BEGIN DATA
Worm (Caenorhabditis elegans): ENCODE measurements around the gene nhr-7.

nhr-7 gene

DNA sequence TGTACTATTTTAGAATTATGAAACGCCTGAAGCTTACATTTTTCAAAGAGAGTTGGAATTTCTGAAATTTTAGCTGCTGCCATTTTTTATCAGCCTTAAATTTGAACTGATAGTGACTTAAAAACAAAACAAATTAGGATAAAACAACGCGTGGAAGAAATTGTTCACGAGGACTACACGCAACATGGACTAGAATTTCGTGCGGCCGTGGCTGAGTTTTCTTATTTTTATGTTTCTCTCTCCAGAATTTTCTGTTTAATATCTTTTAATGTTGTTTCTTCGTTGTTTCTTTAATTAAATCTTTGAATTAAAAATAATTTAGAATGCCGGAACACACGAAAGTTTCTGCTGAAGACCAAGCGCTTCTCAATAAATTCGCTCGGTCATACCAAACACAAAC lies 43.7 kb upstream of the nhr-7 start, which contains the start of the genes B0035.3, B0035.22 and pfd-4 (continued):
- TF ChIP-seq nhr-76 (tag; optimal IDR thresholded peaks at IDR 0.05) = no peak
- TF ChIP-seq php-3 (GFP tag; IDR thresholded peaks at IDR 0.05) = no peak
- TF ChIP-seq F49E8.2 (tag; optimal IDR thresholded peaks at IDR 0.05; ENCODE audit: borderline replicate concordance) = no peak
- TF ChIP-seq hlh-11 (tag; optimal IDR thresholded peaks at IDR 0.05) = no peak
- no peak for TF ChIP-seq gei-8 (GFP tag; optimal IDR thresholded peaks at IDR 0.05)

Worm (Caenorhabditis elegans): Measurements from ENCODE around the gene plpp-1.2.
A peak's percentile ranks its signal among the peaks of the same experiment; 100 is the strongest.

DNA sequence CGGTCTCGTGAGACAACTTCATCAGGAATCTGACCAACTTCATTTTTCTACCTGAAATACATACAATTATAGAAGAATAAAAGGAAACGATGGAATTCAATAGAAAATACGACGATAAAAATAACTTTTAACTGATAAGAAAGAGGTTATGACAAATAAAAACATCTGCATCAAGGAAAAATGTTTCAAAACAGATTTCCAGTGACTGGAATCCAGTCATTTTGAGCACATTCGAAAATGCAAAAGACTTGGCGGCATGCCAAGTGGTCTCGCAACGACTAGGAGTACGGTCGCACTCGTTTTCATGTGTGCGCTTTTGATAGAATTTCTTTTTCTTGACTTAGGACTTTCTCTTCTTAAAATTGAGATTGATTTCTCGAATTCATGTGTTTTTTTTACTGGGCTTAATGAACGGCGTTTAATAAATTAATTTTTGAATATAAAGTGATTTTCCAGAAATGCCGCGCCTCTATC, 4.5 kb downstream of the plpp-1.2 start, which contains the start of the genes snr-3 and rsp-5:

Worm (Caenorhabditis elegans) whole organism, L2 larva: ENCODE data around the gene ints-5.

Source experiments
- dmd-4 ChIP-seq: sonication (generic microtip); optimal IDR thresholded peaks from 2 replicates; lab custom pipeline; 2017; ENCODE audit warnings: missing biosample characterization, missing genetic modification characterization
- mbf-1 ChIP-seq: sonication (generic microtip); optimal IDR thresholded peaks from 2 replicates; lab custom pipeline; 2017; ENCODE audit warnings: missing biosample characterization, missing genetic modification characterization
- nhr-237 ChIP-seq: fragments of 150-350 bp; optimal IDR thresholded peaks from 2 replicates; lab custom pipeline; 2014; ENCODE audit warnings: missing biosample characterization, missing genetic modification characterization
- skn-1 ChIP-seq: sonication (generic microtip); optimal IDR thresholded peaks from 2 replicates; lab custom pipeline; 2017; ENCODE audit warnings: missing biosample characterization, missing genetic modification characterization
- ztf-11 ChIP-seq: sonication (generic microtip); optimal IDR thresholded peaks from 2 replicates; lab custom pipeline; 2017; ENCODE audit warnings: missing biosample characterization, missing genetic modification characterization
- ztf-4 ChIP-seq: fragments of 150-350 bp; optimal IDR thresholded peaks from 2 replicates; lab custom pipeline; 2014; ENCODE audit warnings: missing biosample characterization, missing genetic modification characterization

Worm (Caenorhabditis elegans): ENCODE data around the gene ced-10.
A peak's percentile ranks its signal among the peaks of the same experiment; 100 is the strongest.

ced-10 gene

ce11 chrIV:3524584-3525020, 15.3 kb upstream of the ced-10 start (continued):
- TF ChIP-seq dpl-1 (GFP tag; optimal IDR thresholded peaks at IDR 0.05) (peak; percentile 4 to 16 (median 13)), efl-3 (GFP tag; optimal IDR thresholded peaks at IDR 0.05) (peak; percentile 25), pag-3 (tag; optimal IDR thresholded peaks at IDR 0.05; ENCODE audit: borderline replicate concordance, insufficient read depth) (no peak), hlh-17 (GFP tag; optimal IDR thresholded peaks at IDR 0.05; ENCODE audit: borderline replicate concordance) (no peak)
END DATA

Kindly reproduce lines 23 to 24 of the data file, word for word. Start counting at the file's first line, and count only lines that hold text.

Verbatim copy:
ce11 chrIV:3524584-3525020, 15.3 kb upstream of the ced-10 start (continued):
- TF ChIP-seq dpl-1 (GFP tag; optimal IDR thresholded peaks at IDR 0.05) (peak; percentile 4 to 16 (median 13)), efl-3 (GFP tag; optimal IDR thresholded peaks at IDR 0.05) (peak; percentile 25), pag-3 (tag; optimal IDR thresholded peaks at IDR 0.05; ENCODE audit: borderline replicate concordance, insufficient read depth) (no peak), hlh-17 (GFP tag; optimal IDR thresholded peaks at IDR 0.05; ENCODE audit: borderline replicate concordance) (no peak)